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Should the White Sox trade Jose Abreu?

Rebuilding is fun. Fans can enjoy the wins, while also appreciating the losses that help give the team a higher draft pick. The present is bearable and the future is bright. However, rebuilding has its sad moments, as in order to stockpile young talent, the White Sox have to give away cherished veterans. Last offseason it was Chris Sale and Adam Eaton, two fan favorites that gave fans an array of memorable moments on the south side. Soon enough it will be Jose Quintana, but there’s one more star left: Jose Abreu.

The soft-spoken first basemen from Cuba has sold thousands of jerseys, launched hundreds of bombs, and made many memories in his three-year career with the White Sox. Trading Abreu would certainly leave my heart heavy, like many other Sox fans. But is Abreu even going to be traded?

Of all the White Sox veterans, he’s by far the biggest question mark in terms of his trade chances. At first glance, it seems like he is no different than a Jose Quintana: a premier veteran player who will net multiple top-100 prospects in a trade to a contender. However, Abreu is so much more than that.

Obviously, Abreu is an elite hitter. For his career, Abreu is hitting .299 and slugging .515, remarkable numbers. Currently, Abreu owns 106 home runs, so he’s on pace for 300ish in his career. How unique is his combination of average and power? Only 49 players in MLB history have batted .295 or above and recorded more than 250 home runs for their career. Abreu is on pace to become the 50th.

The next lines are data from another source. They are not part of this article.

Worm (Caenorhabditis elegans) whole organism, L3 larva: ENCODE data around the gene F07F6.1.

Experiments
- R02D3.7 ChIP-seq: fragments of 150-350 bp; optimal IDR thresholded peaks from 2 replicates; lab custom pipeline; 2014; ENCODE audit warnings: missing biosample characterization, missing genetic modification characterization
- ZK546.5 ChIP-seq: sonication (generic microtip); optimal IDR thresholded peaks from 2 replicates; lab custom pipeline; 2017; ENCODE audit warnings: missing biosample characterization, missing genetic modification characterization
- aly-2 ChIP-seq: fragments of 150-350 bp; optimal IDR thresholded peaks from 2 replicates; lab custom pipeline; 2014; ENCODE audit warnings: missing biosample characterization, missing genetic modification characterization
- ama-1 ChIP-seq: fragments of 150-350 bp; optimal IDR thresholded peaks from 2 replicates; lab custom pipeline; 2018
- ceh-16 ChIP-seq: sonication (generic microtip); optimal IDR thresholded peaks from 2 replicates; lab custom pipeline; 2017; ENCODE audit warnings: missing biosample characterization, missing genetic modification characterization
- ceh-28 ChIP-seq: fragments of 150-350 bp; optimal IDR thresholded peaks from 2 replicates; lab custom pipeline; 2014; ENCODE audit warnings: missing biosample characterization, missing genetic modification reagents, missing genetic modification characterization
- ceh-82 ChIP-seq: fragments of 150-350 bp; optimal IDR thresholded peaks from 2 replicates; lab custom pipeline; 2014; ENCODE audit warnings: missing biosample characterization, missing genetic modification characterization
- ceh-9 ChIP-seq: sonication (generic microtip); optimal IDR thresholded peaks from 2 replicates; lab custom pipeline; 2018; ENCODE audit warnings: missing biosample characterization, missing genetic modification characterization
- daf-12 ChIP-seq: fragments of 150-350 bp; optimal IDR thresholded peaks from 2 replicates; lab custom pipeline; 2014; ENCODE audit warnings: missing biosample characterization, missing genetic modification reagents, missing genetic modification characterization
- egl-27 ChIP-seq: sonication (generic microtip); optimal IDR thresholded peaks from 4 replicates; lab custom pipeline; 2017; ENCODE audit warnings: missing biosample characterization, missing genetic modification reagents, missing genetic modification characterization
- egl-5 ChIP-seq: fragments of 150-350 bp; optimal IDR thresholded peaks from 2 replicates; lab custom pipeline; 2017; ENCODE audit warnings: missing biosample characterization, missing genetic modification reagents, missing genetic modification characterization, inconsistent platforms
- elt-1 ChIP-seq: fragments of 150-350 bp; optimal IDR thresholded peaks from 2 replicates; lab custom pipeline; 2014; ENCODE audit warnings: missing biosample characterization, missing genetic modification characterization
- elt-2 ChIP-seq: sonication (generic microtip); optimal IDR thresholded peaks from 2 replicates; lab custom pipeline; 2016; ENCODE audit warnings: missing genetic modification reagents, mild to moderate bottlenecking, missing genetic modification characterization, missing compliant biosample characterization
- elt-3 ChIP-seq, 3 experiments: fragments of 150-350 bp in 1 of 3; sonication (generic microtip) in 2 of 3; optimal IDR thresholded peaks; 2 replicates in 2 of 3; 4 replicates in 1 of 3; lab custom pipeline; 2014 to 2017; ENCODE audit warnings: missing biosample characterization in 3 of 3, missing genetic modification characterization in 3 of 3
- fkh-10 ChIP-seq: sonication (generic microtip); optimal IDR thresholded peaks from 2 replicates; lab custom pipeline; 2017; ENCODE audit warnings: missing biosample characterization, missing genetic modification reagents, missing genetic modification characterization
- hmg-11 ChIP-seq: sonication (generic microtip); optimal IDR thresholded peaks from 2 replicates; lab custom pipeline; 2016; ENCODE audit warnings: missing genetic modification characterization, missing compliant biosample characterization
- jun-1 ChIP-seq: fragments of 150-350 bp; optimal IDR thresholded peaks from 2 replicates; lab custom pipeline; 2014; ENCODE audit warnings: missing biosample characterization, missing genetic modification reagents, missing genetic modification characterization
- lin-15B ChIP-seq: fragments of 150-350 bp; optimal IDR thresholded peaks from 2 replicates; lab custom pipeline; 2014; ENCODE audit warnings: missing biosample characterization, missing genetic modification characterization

Let’s forget about everything else. Based on just those numbers, but also factoring in his age (30), and contract (arbitration-eligible through 2020), Abreu should fetch a top-25 prospect and one other top-100 prospect on the market. Contenders vying for Abreu would be getting a consistent slugger who is locked up for three more years.

Unfortunately, trading Abreu presents a hole in the White Sox organization at first base that can not be easily filled. First, they don’t have a premier 1B prospect in the minors. Worse, in the current MLB top prospect list, there are no first basemen in the top fifty. That’s right, zero. There were three first basemen drafted in the top 15 picks this year, but they went to the Rays and Royals, who don’t want to trade prospects, and the Diamondbacks, who don’t need Abreu because they already have Paul Goldschmidt.

Of course, the White Sox could attempt to live without a future first baseman for a while. They could attempt to get one in next year’s draft, but Rick Hahn would hesitate to do so with a (likely) high draft spot, and instead just pick the best overall player. There’s always free agency, but the best first basemen available in 2019 free agency are all very old (Joe Mauer, Adrian Gonzalez), and signing someone like Eric Hosmer in 2018 might be premature.

Besides the gap Abreu would leave behind him, he presents significant value outside of his production on the field. Hailing from Cuba, Abreu was a big reason Cuban phenom Luis Robert signed with the White Sox this May. Robert could use a mentor like Abreu who comes from the same country and speaks the same language. That goes for Yoan Moncada too, who has already expressed his excitement to play with Abreu, and Abreu said the same for Moncada.

Finally, there’s nothing wrong with keeping Abreu through the rebuild. Sure, he’s getting older, but he’ll only be 32 in 2019, and his batting abilities will come in handy once the Sox are competitors. The Cubs rebuilt and won the World Series, but they weren’t compelled to deal every single one of their veterans. Jake Arrieta was pitching well in 2014 and easily could have been traded for a couple prospects, but Theo Epstein held on to him and it paid great dividends.

If an amazing deal comes along, with two top-50 prospects, then Rick Hahn definitely needs to take a good long look at it. However, if a contender offers a deal that doesn’t feel like an overpayment, the White Sox should hold on to Abreu. On and off the field, he’s worth an incredible amount to the south siders.

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